Minimizing oxidative stress with the right protein choice

Feeding trial shows a link between high quality protein, reduced oxidative stress and improved piglet performance
calendar icon 2 November 2021
clock icon 6 minute read

Weaning is a stressful time in the life of young piglets, and not just because it’s the time when they are separated from the sow. Their diet changes too, from easily digestible milk to plant-based feed which is much harder for their immature digestive system to break down and absorb. This is the age when piglets are most at risk of oxidative stress – and when, according to findings from a new feeding trial, high quality, highly digestible soy proteins benefit performance and give the best returns.

What is oxidative stress, exactly?

Oxidative stress can result from all kinds of continuous or temporary strain through the life of a high-performing animal. Even small changes in energy metabolism, immune response, pro-oxidizing inorganic compounds and mycotoxins can upset the delicate balance between the animal’s radical defense system and the quantity of free radicals. All impacts of this kind are recognized factors for oxidative stress (Stahl & Sies, 2011). Most disorders in animals and humans are believed to be linked to the formation and metabolism of free radicals (Berra et al., 2010).

When oxidative stress occurs, pathogens can enter the body more easily, with the potential to trigger illness and disease. Inflammatory processes may also be influenced as oxidative stress modifies the expression of proinflammatory genes and the production of proinflammatory cytokines and vice versa (Dröge, 2002).

Piglet symptoms – and the role of feed

During piglet weaning, the typical growth dip and increased susceptibility to disease have been described as post-weaning stress syndrome (Campbell et al., 2013). It is at this time that piglets often face an extra stressor in the form of a poor quality feed with a high content of oxidized fatty acids and free radicals or antinutritional factors (ANFs) such as soy antigens, which trigger inflammation in the gut.

The first symptoms of oxidative stress are decreased immunity, muscle degeneration, loss of appetite, diarrhea, liver damage and apoptosis (cell death).

Two ways to avoid an imbalance

When gut inflammation occurs, the animal’s own radical defense system responds by attacking the cause. However, if the radical defense system is activated in this way over a prolonged period, further inflammation or cell death will occur due to free radical formation. The ideal situation, then, is to avoid an imbalance in the first place.

A common way to do that is to add an extra dose of vitamin E or C and selenium or phytogenic additives to the feed. Alternatively, you could use a better feed with high quality, easily digestible protein that is low in ANFs and eliminates the need for further additions.

The best feed for reduced oxidative stress

Soy-based proteins are widely accepted in weaning diets. But, depending on the production process, these proteins may still contain a high level of soy antigens such as glycinin and ß-conglycinin – ANFs that are known to cause inflammatory responses (Chen et al., 2011) and oxidative stress (Lugrin et al., 2014). The best starting point for a weaning piglet is to ensure these substances are not present in the feed.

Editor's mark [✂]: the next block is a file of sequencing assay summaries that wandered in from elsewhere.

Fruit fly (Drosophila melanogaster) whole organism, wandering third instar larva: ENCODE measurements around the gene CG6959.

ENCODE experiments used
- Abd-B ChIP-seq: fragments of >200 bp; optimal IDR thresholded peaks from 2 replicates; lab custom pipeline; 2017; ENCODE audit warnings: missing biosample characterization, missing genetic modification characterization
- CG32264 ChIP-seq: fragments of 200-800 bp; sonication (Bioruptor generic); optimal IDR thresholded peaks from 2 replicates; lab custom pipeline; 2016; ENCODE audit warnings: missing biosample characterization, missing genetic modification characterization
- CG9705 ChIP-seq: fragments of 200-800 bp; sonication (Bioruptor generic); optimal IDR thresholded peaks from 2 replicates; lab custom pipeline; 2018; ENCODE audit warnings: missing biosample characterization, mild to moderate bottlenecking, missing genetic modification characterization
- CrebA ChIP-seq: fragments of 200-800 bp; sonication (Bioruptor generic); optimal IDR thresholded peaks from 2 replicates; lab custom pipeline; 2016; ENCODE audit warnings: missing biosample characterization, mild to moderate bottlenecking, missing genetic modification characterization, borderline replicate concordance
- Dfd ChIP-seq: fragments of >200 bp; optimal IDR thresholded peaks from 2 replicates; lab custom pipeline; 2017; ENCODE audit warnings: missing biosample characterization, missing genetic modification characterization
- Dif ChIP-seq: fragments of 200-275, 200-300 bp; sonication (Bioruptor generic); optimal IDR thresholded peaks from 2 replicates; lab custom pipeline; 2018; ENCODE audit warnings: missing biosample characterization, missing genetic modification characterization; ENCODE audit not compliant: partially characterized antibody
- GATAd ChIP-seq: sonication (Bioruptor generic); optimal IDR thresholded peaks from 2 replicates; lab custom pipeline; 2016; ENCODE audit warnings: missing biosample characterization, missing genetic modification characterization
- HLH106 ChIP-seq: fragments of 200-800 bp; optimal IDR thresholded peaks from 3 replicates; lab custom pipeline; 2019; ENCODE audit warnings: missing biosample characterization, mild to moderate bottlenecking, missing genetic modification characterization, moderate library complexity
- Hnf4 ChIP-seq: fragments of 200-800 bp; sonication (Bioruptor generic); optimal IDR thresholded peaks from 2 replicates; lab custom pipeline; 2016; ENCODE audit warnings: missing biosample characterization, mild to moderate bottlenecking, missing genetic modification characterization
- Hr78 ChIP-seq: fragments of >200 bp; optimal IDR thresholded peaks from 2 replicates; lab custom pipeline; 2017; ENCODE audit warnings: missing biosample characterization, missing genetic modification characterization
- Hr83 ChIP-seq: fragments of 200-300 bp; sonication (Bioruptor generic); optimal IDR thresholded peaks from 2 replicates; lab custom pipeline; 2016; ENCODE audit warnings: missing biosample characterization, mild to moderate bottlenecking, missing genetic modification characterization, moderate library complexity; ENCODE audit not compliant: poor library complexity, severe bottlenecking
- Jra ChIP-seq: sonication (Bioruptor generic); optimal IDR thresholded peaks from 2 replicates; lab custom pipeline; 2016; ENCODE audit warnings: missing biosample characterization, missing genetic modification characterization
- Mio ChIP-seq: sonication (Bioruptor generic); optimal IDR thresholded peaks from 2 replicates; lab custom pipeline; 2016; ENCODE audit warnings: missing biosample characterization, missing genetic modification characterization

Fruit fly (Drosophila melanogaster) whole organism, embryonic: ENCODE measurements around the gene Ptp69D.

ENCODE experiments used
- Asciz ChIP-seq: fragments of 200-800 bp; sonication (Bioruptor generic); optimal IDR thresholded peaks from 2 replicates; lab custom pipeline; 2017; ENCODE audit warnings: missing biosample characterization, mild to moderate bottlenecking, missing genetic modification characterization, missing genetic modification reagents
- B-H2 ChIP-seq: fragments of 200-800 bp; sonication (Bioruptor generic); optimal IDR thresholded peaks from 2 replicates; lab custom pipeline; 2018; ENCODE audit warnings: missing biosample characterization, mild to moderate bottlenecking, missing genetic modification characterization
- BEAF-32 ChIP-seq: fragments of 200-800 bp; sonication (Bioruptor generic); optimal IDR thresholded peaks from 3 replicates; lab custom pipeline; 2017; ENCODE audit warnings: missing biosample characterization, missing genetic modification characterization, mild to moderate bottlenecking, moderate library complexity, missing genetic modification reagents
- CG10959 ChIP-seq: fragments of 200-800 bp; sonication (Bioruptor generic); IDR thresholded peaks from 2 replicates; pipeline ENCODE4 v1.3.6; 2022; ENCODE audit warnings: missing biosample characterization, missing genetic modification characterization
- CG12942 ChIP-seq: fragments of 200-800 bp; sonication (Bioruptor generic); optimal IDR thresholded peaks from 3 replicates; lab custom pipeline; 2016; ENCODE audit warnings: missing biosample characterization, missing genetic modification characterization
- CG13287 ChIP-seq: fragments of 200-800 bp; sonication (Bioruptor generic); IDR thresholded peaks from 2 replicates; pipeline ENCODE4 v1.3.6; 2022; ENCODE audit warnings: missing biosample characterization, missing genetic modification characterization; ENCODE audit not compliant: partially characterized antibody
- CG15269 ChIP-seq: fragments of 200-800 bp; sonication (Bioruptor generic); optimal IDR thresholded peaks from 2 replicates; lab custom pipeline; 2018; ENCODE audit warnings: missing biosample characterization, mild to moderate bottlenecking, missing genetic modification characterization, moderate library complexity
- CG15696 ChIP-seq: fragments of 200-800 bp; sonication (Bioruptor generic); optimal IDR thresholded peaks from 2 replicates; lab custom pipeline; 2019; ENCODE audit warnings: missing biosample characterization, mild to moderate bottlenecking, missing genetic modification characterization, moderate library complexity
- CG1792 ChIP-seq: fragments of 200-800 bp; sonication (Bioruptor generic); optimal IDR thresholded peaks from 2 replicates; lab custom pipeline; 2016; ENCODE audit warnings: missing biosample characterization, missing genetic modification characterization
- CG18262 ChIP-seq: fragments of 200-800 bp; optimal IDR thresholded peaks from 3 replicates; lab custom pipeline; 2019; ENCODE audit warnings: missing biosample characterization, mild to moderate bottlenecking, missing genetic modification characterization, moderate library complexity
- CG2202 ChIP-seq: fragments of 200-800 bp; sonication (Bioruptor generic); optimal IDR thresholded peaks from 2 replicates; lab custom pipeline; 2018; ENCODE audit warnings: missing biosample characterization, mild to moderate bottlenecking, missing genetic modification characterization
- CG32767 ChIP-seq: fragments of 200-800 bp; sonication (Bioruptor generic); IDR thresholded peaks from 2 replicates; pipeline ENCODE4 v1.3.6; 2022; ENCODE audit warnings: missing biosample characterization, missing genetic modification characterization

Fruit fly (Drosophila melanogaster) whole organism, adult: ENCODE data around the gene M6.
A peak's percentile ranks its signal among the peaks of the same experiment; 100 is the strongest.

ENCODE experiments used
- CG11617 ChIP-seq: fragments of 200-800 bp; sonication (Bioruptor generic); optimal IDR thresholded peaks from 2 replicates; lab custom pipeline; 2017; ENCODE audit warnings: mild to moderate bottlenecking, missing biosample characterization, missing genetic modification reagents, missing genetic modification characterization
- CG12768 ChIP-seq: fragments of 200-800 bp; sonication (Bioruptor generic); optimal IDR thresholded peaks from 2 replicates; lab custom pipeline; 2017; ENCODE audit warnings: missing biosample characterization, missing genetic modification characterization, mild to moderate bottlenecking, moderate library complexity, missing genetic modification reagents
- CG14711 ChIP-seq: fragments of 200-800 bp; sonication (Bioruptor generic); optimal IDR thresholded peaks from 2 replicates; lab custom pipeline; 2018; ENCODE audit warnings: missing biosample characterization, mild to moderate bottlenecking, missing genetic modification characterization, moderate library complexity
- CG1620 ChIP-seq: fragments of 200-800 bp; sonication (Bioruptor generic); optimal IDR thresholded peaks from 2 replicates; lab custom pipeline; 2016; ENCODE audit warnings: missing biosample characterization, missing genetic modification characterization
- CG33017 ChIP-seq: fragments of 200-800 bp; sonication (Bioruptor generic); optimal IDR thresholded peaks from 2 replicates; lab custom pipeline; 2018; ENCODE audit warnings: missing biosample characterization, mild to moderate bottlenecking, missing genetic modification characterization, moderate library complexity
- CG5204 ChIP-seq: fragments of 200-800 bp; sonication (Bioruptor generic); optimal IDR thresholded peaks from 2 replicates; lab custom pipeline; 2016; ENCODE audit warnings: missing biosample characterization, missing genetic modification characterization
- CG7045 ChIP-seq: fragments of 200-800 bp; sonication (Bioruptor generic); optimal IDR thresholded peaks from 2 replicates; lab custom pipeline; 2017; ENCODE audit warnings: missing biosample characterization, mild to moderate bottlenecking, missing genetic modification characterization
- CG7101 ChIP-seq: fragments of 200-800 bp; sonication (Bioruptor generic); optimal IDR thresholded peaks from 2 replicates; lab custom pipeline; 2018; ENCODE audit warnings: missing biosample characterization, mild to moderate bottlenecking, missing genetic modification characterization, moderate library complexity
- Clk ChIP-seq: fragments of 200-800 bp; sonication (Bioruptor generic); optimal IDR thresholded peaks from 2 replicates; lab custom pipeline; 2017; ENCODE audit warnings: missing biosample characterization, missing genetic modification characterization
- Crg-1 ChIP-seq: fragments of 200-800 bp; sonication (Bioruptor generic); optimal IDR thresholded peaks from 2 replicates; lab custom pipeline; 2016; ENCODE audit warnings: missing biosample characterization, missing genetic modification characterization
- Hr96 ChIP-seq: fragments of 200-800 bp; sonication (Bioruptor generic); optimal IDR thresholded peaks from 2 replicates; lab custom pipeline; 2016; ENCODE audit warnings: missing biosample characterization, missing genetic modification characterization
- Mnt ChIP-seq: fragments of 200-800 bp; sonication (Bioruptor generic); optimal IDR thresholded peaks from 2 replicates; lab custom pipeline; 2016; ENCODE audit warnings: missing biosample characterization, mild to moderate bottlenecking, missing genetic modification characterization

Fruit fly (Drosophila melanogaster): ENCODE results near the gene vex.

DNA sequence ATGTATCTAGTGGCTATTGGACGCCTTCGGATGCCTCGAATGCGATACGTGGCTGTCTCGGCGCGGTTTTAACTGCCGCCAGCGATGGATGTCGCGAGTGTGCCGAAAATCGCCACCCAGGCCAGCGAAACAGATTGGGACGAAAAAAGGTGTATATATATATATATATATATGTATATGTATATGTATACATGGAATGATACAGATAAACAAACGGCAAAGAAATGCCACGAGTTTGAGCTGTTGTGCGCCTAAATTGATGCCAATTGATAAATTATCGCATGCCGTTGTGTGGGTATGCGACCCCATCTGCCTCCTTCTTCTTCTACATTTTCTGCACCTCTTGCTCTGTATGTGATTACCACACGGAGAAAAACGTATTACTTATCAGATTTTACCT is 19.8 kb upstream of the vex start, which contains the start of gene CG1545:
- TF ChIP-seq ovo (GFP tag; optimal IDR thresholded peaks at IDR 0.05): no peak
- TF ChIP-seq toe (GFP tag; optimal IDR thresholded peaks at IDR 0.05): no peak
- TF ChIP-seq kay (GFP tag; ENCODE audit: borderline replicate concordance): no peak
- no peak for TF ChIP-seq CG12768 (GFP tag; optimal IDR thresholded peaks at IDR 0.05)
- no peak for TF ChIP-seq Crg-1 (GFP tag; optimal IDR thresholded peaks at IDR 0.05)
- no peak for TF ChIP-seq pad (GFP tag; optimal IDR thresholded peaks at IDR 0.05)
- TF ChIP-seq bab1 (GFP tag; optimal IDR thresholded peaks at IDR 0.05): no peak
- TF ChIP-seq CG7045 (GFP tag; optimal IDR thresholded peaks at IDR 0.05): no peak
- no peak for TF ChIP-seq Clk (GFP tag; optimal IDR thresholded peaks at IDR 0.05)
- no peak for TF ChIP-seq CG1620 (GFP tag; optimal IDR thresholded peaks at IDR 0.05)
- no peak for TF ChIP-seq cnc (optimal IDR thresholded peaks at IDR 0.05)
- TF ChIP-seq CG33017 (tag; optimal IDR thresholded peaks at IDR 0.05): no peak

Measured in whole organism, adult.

This was documented by the China Agricultural University in Beijing in a recent study of HP 300 from HAMLET PROTEIN (Ma et al., 2018). Here, weaned piglets fed a starter diet containing HP 300 – a specialty soy protein with a low ANF content – were seen to have a better oxidative status than piglets fed a diet containing soybean meal, fermented soy or soy protein concentrate. Another important finding was that the piglets in the HP 300 group had the best growth performance and the lowest incidence of diarrhea.

What the study measured

Oxidative status was measured by testing gluthathion peroxidase (GPX) and superoxide dismutase activity (SOD), which are indicators of antioxidative capacity. These enzymes are considered main components of the endogenous radical defense system. In this case, the greater the enzyme activity, the higher the antioxidative capacity – and the better the oxidative status.

The study also measured malonyldialdehyde (MDA) level, which is a strong indicator of lipid peroxidation and, consequently, the level of cell damage by free radicals. Piglets fed HP 300 had the best score on both counts compared to other soy proteins and performed on a similar level to fish meal.

The best return on investment

Many studies have confirmed that protein quality and digestibility are crucial considerations when formulating the optimum feed for weaning piglets. The findings of the latest feeding trial are an interesting indication that oxidative status, growth performance and the occurrence of diarrhea are all linked to the choice of protein – and that the highest quality protein gives the best all-round results.

Soy proteins with a high antigen content may be cheaper to buy but are more likely to compound oxidative stress. In other words, initial cost savings are likely to be cancelled out by production losses or the need for antioxidant additives.

While the findings from one trial are not enough to draw a reliable conclusion, it seems that high quality proteins could reduce the additives used to improve piglet performance and oxidative status. Further trials are necessary to find out.

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